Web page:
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Title: Controlling Bodies: Media Messaging to Hispanic Women About Contraception in the United States
Authors: Kuk, Katie
Advisors: Legnani, Nicole
Department: Spanish and Portuguese
Certificate Program: Global Health and Health Policy Program
Class Year: 2020
Abstract: From the compulsory sterilization laws passed by more than 30 states during the early 20th century, to the research trials for the earliest versions of the oral contraceptive pill in Puerto Rico in 1955, to the reduction of prison sentences for female inmates who agreed to receive the birth control implant in Tennessee in 2017, violation of female reproductive rights has a fraught story in the United States. Motivated by these stories, this thesis examines media messaging to Hispanic women about contraception. It explores the distinct ways in which media platforms are framing different contraceptive methods to Hispanic women, and how such presentations may contrast with the framing of the same methods when addressing the general American female population. To do this, I examine three forms of media—women’s magazines, advertisements, and informational videos—comparing and contrasting the content presented in English with the content presented in Spanish. My analysis reveals that there is a significant lack of accurate and comprehensive content available about contraception, as well as about women’s reproductive health more broadly. It also reveals a framing of the bodies of Hispanic women as those in need of more guidance and control, contrasted with the framing of the English-speaking woman as an active agent who is encouraged to take the initiative in considering and critically evaluating all of the contraceptive options available to her. These findings, in turn, point to the potential ways through which dominant ideologies may be exerting their influence on Hispanic women and their contraceptive decision-making processes.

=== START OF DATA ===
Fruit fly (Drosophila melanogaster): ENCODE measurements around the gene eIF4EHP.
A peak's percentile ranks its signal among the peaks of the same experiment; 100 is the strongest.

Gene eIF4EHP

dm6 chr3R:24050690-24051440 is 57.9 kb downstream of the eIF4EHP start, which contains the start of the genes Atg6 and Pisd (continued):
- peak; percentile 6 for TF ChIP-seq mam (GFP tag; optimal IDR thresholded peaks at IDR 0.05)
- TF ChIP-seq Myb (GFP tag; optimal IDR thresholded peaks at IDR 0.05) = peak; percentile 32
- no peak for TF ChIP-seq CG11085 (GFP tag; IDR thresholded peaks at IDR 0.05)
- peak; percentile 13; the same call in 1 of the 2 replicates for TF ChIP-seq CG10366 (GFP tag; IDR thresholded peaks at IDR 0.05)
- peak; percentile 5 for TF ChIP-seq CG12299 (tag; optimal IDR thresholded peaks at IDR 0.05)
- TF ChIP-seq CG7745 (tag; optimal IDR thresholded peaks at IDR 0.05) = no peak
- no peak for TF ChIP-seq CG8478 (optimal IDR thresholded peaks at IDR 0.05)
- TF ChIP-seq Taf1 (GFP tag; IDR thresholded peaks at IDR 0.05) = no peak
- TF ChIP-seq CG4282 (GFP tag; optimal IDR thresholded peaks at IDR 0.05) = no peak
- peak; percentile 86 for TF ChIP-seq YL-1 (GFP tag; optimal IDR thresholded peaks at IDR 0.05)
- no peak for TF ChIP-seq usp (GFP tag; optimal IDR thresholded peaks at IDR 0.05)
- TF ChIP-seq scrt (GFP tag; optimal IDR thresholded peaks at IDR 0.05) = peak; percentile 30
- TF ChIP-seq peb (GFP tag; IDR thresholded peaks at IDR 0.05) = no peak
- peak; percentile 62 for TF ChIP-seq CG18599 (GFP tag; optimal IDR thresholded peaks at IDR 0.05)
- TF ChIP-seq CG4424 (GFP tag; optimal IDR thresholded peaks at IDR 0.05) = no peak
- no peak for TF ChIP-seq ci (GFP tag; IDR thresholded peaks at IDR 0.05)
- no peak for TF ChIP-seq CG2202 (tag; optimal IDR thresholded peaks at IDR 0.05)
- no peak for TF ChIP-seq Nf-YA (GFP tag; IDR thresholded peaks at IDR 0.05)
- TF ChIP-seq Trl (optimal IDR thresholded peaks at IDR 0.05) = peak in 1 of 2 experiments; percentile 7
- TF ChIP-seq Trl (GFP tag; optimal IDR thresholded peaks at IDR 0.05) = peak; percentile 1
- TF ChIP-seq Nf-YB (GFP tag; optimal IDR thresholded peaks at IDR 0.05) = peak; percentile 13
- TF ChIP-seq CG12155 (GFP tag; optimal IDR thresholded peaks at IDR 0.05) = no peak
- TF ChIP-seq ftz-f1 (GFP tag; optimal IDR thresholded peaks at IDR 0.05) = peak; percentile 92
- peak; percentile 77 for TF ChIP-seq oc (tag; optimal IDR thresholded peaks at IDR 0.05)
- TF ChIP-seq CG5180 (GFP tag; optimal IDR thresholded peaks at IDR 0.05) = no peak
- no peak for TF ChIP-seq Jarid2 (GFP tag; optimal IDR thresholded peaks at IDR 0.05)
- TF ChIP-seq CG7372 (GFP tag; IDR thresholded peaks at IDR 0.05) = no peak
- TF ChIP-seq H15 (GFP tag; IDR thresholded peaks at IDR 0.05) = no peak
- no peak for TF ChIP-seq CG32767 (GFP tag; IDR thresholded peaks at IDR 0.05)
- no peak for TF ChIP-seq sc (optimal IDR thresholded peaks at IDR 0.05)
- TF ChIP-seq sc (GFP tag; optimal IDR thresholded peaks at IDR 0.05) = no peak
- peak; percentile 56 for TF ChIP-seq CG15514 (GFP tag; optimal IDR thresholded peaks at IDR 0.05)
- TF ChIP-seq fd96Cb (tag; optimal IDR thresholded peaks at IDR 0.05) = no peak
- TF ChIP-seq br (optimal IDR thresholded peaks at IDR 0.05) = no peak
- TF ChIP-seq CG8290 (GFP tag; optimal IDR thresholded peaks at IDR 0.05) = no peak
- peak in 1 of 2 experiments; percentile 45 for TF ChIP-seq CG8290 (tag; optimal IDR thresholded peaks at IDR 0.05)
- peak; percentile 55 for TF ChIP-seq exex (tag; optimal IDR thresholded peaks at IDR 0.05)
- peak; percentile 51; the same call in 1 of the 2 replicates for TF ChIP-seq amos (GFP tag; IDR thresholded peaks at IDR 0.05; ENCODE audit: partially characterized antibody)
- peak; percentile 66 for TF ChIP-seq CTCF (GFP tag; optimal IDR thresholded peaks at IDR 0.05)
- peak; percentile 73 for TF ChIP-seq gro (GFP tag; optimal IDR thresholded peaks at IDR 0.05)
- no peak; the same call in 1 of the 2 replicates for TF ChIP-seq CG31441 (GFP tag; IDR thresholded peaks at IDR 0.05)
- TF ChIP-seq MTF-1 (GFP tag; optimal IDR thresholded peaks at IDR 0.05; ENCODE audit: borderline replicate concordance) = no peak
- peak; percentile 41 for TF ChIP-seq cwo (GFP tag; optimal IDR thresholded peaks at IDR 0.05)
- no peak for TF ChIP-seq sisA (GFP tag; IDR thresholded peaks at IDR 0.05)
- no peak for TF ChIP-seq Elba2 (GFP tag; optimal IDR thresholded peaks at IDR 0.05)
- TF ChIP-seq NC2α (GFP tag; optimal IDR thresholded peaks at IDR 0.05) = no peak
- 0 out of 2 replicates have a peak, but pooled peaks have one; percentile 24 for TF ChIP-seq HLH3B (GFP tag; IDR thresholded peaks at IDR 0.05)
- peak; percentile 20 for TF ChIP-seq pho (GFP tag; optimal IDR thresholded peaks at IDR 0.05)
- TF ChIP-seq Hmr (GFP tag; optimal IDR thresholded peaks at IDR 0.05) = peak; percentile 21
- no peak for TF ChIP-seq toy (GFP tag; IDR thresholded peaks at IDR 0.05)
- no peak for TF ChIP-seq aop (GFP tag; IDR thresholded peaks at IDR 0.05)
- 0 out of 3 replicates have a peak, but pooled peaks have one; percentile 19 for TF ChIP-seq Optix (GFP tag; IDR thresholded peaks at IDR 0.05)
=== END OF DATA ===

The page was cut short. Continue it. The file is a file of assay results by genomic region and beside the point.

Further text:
Type of Material: Princeton University Senior Theses
Language: en
Appears in Collections:Spanish and Portuguese, 2002-2022
Global Health and Health Policy Program, 2017-2022

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